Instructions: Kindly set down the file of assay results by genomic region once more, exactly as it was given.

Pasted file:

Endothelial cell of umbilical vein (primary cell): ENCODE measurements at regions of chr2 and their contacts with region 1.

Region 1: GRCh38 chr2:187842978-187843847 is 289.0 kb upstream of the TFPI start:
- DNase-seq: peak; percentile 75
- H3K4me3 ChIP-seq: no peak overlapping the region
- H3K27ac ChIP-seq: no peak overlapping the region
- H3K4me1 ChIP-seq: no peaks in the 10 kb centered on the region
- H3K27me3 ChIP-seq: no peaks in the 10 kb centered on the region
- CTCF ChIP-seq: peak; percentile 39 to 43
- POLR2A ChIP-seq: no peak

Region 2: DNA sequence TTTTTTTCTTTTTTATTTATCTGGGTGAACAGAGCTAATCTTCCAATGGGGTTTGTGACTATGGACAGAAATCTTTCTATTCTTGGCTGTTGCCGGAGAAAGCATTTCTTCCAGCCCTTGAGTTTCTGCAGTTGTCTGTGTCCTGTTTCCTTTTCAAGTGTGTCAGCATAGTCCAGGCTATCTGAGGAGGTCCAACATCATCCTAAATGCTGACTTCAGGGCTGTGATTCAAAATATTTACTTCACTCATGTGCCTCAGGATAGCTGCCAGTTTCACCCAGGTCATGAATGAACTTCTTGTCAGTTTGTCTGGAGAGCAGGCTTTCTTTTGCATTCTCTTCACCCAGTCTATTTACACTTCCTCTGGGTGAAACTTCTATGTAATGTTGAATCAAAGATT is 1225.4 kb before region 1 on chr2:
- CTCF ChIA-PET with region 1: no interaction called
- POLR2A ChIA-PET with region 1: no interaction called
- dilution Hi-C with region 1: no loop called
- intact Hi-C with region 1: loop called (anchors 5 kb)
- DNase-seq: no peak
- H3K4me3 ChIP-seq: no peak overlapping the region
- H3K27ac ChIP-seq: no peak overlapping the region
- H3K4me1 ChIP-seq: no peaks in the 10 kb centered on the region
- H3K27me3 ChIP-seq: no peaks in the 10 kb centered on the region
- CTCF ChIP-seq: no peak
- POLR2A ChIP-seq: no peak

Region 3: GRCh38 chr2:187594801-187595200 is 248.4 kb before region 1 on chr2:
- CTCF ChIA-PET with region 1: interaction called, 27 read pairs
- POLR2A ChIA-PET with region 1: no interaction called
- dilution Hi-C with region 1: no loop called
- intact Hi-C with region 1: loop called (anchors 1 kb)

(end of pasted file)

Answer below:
Endothelial cell of umbilical vein (primary cell): ENCODE measurements at regions of chr2 and their contacts with region 1.

Region 1: GRCh38 chr2:187842978-187843847 is 289.0 kb upstream of the TFPI start:
- DNase-seq: peak; percentile 75
- H3K4me3 ChIP-seq: no peak overlapping the region
- H3K27ac ChIP-seq: no peak overlapping the region
- H3K4me1 ChIP-seq: no peaks in the 10 kb centered on the region
- H3K27me3 ChIP-seq: no peaks in the 10 kb centered on the region
- CTCF ChIP-seq: peak; percentile 39 to 43
- POLR2A ChIP-seq: no peak

Region 2: DNA sequence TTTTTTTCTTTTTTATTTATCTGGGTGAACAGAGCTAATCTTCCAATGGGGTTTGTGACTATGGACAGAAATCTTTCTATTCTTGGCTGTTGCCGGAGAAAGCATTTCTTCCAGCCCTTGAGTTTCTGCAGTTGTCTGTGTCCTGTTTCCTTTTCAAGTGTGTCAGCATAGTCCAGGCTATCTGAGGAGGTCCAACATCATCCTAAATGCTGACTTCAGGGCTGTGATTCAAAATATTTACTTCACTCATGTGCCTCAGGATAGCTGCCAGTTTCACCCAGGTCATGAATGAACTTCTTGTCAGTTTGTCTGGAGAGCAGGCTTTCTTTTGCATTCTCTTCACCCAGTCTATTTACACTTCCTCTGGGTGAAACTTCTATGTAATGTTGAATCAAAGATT is 1225.4 kb before region 1 on chr2:
- CTCF ChIA-PET with region 1: no interaction called
- POLR2A ChIA-PET with region 1: no interaction called
- dilution Hi-C with region 1: no loop called
- intact Hi-C with region 1: loop called (anchors 5 kb)
- DNase-seq: no peak
- H3K4me3 ChIP-seq: no peak overlapping the region
- H3K27ac ChIP-seq: no peak overlapping the region
- H3K4me1 ChIP-seq: no peaks in the 10 kb centered on the region
- H3K27me3 ChIP-seq: no peaks in the 10 kb centered on the region
- CTCF ChIP-seq: no peak
- POLR2A ChIP-seq: no peak

Region 3: GRCh38 chr2:187594801-187595200 is 248.4 kb before region 1 on chr2:
- CTCF ChIA-PET with region 1: interaction called, 27 read pairs
- POLR2A ChIA-PET with region 1: no interaction called
- dilution Hi-C with region 1: no loop called
- intact Hi-C with region 1: loop called (anchors 1 kb)